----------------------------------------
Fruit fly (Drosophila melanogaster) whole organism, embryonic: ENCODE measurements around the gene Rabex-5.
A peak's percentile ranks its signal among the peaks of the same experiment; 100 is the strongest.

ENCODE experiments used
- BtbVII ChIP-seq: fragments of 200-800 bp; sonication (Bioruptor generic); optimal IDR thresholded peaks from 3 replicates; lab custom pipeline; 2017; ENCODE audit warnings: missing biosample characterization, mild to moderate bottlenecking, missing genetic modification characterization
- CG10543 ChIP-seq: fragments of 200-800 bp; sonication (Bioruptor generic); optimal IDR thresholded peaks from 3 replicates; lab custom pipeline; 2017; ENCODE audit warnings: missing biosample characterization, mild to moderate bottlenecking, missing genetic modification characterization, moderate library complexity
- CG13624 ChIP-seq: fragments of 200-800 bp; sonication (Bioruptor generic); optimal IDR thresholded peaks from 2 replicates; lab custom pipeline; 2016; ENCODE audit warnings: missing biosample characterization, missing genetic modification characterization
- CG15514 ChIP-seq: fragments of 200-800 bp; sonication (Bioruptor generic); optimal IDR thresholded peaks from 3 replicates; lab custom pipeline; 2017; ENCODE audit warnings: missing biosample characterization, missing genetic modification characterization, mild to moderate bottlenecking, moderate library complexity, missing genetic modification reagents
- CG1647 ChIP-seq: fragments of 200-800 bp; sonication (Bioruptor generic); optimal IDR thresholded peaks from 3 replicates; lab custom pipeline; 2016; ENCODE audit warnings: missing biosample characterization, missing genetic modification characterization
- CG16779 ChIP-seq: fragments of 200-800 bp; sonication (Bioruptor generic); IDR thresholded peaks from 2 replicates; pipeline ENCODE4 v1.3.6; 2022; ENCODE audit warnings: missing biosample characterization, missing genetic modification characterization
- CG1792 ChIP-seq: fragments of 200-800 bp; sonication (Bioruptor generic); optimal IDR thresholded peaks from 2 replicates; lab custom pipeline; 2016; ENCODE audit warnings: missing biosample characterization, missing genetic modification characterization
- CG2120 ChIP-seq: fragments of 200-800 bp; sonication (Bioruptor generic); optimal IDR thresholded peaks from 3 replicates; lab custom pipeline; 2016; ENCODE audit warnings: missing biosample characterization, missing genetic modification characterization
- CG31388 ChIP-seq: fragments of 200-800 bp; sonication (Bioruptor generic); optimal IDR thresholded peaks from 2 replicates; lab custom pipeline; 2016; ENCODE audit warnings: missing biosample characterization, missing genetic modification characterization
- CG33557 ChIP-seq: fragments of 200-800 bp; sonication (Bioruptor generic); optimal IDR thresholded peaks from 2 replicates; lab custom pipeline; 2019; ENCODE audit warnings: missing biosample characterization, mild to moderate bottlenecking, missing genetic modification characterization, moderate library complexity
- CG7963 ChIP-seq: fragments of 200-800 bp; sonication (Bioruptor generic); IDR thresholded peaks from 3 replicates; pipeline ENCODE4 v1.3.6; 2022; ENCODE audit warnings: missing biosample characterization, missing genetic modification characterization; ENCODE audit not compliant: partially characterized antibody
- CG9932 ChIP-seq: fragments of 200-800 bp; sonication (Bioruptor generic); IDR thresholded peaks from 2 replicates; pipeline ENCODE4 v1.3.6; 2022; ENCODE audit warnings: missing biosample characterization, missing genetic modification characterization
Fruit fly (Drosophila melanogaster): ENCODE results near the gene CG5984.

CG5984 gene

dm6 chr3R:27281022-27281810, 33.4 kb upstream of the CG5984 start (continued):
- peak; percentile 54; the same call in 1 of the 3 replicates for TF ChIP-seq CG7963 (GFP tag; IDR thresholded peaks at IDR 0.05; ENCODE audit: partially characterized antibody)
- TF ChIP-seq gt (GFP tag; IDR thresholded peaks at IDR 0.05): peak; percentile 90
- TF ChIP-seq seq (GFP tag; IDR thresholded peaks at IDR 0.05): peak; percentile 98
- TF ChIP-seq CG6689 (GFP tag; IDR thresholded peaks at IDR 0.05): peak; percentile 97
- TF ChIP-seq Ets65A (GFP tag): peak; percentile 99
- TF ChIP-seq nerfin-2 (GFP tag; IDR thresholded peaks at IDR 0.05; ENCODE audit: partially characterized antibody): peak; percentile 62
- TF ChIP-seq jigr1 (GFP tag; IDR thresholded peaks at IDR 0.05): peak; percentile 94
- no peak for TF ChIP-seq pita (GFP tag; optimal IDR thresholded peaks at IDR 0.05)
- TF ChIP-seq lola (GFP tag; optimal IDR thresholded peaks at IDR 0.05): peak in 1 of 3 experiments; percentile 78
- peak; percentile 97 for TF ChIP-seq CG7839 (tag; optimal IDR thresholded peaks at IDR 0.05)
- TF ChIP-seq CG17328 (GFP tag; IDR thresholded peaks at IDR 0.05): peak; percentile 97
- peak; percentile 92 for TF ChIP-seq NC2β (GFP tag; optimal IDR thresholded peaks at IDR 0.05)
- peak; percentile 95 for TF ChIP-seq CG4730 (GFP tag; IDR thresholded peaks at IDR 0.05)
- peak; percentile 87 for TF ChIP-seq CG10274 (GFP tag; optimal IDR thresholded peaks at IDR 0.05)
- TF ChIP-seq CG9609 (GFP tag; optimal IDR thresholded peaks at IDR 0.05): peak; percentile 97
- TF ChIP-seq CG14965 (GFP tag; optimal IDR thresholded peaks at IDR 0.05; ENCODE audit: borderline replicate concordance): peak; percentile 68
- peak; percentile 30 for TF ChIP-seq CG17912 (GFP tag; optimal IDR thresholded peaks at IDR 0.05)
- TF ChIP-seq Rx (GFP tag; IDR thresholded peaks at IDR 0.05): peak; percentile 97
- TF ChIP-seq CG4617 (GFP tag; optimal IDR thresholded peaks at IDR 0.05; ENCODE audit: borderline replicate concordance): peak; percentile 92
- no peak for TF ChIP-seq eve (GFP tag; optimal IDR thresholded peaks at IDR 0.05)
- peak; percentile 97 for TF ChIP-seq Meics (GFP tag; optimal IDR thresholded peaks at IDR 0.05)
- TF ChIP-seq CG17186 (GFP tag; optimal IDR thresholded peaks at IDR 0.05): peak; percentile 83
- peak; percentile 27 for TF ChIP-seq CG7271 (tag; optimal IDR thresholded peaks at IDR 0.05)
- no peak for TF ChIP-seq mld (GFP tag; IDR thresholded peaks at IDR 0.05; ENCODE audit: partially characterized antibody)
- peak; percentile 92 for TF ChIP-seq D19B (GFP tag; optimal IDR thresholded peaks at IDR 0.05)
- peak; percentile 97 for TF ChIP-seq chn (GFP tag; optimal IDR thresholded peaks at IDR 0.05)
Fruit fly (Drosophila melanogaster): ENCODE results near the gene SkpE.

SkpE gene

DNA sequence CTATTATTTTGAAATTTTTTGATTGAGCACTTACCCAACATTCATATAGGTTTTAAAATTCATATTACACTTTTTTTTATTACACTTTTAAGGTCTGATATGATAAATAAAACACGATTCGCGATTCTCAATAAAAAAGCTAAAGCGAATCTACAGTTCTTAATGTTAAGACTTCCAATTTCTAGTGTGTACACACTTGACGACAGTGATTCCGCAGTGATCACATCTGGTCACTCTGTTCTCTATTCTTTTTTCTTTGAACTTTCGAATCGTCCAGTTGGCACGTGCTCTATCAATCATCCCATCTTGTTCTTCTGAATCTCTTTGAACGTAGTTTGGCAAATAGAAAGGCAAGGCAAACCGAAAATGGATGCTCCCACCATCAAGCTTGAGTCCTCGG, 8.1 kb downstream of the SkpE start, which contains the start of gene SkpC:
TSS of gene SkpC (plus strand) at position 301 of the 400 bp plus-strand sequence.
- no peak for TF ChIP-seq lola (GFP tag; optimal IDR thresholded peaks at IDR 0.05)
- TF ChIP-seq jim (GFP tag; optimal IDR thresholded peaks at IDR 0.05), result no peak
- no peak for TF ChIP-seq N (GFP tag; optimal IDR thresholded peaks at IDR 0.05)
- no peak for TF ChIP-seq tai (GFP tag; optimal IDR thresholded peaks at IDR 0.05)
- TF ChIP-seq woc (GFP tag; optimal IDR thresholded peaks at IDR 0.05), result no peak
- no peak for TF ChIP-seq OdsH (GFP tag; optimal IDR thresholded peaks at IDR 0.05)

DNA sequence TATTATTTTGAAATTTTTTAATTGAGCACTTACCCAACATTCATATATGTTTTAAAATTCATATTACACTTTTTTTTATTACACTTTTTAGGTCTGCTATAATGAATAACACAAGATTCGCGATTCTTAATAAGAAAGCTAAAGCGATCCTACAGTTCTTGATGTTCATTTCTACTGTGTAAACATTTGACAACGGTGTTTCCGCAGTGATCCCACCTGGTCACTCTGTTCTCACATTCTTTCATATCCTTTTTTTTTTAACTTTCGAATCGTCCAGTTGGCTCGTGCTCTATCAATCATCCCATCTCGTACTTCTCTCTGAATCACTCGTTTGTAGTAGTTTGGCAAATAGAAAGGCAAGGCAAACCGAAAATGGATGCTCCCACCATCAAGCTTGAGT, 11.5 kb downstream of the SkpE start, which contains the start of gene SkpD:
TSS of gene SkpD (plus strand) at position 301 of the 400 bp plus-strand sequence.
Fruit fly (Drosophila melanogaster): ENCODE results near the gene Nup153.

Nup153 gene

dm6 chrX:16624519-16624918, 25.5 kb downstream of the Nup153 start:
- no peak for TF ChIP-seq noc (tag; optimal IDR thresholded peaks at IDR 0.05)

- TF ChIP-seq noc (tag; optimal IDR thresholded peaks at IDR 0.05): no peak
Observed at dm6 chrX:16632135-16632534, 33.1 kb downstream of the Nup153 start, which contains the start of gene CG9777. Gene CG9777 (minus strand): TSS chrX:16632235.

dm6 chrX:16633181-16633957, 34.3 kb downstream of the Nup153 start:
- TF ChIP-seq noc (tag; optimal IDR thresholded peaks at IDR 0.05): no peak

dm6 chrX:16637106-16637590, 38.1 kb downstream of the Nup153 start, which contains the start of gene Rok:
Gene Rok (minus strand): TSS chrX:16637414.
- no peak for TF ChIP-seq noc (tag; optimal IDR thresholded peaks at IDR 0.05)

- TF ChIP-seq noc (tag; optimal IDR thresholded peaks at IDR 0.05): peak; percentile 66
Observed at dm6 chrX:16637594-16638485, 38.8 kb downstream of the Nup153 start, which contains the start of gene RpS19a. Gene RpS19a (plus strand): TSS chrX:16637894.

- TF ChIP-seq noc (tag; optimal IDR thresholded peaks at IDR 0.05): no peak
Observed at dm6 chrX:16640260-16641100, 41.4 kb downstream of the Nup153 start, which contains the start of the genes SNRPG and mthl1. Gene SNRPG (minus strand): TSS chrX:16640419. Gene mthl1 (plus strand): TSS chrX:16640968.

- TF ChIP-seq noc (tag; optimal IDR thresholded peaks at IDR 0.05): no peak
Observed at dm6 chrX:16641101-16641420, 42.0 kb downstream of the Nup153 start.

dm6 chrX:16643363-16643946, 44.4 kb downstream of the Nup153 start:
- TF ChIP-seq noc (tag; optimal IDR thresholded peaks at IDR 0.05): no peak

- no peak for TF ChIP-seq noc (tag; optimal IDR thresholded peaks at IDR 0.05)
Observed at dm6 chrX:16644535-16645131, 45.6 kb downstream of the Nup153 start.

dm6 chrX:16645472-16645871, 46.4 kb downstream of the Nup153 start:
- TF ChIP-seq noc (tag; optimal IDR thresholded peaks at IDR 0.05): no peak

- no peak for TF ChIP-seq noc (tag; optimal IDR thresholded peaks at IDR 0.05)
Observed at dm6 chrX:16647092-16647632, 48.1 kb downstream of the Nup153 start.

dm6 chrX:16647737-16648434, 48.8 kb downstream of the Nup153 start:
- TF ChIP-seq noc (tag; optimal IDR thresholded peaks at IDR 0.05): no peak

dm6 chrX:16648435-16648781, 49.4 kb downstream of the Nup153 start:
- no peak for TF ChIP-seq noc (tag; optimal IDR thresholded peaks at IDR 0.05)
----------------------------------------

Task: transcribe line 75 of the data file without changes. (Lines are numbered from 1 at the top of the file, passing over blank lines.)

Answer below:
- TF ChIP-seq noc (tag; optimal IDR thresholded peaks at IDR 0.05): no peak